The Environmental Protection Agency tells AgriTalk that it wants to improve its relationship with the ag industry.
It’s no secret that agriculture has long had a tumultuous relationship with the Environmental Protection Agency. And for good reason. From Clean Water Act lawsuits to releasing private information about livestock farms to even proposing dust regulations, it’s easy to see why farmers might regard the agency with a skeptical eye.
However, Sarah Bittleman, ag counselor for the EPA, recently told AgriTalk that the agency is working to change that attitude.
"I am very sorry that folks feel that EPA is targeting them or penalizing them; that is not our intention, nor is it our goal," Bittleman said. "What the administrator is really trying to do ... is to get the message out that instead of feeling penalized, we're trying to get to a place where we're actually helping farmers and ranchers do their jobs better."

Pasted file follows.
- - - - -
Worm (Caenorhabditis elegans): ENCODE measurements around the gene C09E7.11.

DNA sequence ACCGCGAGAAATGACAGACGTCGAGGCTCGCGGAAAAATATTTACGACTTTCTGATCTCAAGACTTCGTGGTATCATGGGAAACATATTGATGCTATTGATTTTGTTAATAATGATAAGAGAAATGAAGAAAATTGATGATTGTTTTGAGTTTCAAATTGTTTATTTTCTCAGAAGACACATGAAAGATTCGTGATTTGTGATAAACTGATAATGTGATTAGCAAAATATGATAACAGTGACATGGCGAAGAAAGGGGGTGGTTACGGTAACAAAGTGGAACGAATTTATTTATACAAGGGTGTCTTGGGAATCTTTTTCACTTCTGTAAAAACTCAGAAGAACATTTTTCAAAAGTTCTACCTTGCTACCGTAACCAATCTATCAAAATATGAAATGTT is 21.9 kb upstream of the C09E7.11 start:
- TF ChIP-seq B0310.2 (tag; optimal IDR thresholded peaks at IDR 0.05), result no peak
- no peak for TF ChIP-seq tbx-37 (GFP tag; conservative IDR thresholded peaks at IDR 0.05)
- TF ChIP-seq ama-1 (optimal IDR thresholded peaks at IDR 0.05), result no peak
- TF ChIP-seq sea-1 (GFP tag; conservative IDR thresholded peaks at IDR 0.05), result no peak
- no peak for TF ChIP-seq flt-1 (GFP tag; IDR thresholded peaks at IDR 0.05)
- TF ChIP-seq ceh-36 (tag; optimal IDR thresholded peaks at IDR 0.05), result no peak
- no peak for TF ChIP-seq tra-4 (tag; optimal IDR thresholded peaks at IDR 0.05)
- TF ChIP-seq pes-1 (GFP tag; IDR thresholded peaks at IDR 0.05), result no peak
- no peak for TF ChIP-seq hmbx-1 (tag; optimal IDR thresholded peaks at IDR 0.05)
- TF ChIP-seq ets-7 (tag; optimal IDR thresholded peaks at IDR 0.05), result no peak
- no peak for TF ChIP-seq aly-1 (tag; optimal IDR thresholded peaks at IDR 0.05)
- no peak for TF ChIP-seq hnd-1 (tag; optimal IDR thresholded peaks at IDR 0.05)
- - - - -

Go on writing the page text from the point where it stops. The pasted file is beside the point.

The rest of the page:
She said the agency plans to achieve this by giving producers more scientific information, and working with producers and conservation groups to improve practices and eventually achieve cleaner water, air and land.
Bittleman said she thinks this coincides with what producers already seek to do.
"What I know about agriculture is that agriculture is always improving what they do," she said. "They're improving their yields, they're improving their use of pesticides and herbicides, they're reducing runoff, they're improving their soil health, and EPA wants to be a partner in that."
Bittleman explained that one of the agency’s goals is to get more EPA workers to spend more time out on farms and ranches so they can better understand what farmers and ranchers already do to help the environment. From there, she said, they can determine whether those practices work within current EPA regulations so farmers can get credit for what they are already doing.
"We really want to respect the work that folks are already doing out there. It seems only fair," she said.
But what about EPA regulatory overreach? And what about the agency releasing producers’ private information through the Freedom of Information Act?
"What we think is that there's been a lot of confusion in this area," Bittleman said.
Hear what she had to say about these issues on AgriTalk: